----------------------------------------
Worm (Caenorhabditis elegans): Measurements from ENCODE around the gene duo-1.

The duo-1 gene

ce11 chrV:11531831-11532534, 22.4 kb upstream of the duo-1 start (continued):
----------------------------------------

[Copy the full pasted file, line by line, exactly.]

Worm (Caenorhabditis elegans): Measurements from ENCODE around the gene duo-1.

The duo-1 gene

ce11 chrV:11531831-11532534, 22.4 kb upstream of the duo-1 start (continued):